Still, the stock is on a clear role over the last several days, and well up from the 52-week low of $6.10 on the Toronto Stock Exchange.

As The Globe and Mail’s Iain Marlow reports, RIM shares have popped on optimism surrounding the launch of its BlackBerry 10 smartphones, scheduled for the end of January.

The shares have been rising, and took off yesterday as National Bank Financial analyst Kris Thompson hiked his price target on the stock to $15 (U.S.) from $12. That followed a move earlier in the week by analyst Peter Misek of Jefferies & Co., who doubled his target to $10.

All of this has to do with the optimism surrounding the launch of BB10, and how chief executive officer Thorsten Heins appears to be on track with what he promised to do.

As Mr. Thompson sees it, investors should buy RIM shares in the run-up to the launch, getting out in front of what he expects will be stronger sales estimates among other analysts after the new devices begin selling.

He has already boosted his sales estimates for fiscal 2014.

Mr. Thomspon is not alone.
Eric Jackson, the president of Ironfire Capital LLC, told Bloomberg News yesterday he recently purchased RIM shares in anticipation of BlackBerry users upgrading to the new models next year.
“Most are greatly underestimating how many loyal subscribers will upgrade to BB10 in calendar 2013,” Mr. Jackson said. “All those pending upgrades are currently not factored into the stock.”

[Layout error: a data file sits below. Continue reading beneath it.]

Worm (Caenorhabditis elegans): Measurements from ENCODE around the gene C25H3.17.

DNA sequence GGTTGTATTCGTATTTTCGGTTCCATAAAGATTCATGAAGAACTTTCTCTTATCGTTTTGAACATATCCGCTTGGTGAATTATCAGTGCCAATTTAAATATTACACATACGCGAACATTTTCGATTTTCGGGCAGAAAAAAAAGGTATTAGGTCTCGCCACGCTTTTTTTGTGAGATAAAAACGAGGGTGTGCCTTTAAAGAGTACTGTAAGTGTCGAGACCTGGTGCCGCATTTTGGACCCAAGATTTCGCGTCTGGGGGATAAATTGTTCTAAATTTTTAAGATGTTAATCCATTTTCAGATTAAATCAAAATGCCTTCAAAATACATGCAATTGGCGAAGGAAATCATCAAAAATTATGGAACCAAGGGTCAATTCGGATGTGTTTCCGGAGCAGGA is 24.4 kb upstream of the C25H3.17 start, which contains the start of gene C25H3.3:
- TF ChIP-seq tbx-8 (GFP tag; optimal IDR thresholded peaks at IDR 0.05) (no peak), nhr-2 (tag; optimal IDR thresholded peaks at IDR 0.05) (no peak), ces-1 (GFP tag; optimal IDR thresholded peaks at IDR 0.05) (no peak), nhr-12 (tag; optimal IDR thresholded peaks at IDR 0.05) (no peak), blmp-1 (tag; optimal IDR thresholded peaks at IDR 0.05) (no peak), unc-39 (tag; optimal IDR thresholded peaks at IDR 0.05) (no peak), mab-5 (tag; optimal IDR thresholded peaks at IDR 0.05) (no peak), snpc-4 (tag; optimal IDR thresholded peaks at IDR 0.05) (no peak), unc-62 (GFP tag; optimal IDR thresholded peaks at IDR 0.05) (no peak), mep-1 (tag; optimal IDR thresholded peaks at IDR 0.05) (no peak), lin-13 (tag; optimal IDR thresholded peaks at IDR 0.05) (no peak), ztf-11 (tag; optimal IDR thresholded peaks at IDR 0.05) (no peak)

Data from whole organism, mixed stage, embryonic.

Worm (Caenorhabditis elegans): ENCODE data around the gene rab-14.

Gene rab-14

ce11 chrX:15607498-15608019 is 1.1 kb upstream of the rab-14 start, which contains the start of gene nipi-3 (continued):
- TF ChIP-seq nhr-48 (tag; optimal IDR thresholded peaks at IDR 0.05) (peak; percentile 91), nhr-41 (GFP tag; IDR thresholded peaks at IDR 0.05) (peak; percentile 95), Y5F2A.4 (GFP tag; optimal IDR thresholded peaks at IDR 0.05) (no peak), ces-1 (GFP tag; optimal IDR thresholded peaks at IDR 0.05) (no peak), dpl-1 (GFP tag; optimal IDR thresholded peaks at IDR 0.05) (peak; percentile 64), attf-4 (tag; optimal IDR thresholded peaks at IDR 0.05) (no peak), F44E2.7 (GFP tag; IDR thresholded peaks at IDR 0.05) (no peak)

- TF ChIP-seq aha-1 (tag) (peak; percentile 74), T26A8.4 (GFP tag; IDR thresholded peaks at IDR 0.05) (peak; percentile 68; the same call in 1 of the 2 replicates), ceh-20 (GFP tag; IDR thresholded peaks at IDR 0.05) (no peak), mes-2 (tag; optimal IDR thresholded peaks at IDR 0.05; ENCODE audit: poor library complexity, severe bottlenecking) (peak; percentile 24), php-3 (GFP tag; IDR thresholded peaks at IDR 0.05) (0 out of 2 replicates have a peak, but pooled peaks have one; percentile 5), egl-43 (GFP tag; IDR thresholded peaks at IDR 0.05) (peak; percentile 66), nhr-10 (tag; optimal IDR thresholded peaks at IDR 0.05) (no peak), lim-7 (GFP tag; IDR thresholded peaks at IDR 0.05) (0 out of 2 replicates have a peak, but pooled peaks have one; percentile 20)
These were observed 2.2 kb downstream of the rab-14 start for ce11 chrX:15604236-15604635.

Attention, shoppers
Black Friday shoppers are off and running in the United States. And in Canada, too, for that matter.

Several U.S. retailers got off to an early start, as did some Canadian malls, The Globe and Mail’s Marina Strauss reports.

There’s always a morbid fascination on Black Friday with reports of people being trampled, or worse, though, so far, we haven’t seen much.

Last year, one Wal-Mart shopper pepper-sprayed fellow shoppers so she could beat them to an electronics sale, while another was shot in the foot during a robbery outside a store.

“Black Friday sales data will come streaming in through the weekend, but don’t expect reliable guidance on consumer spending trends, as changing store hours, new products and varying promotions can distort the year-to-year changes in early holiday spending,” said senior economist Sal Guatieri of BMO Nesbitt Burns.

“U.S. real consumer spending rose 2 per cent annualized in 2011Q4 and likely held to this modest pace in the current quarter, as improved household finances and confidence is tempered by still-modest job growth and potential looming tax increases in the new year,” he said in a research note.

“In Canada, less borrowing in the face of elevated debts will dampen the holiday spirit. Note that retail sales rose just 1.8 per cent year-over-year in September, and half of the increase was due to new automobiles … which aren’t exactly the cheapest thing to give.”

S&P stands firm on France
Standard & Poor’s reaffirmed its ratings on France today, in the wake of an earlier downgrade by Moody’s Investors Service.

S&P had already cut its rating, and held it there in a second look.

“The affirmation reflects our opinion that the French government remains committed to budgetary and structural reforms that would build on the measures it has proposed so far and improve the country’s growth potential,” S&P said.

“In particular, in the face of uncertain economic growth prospects, the government has already taken steps toward restoring competitiveness … and toward compliance with its medium-term budgetary targets.”

Its outlook for France is still “negative,” which means a one-in-three chance of a downgrade next year.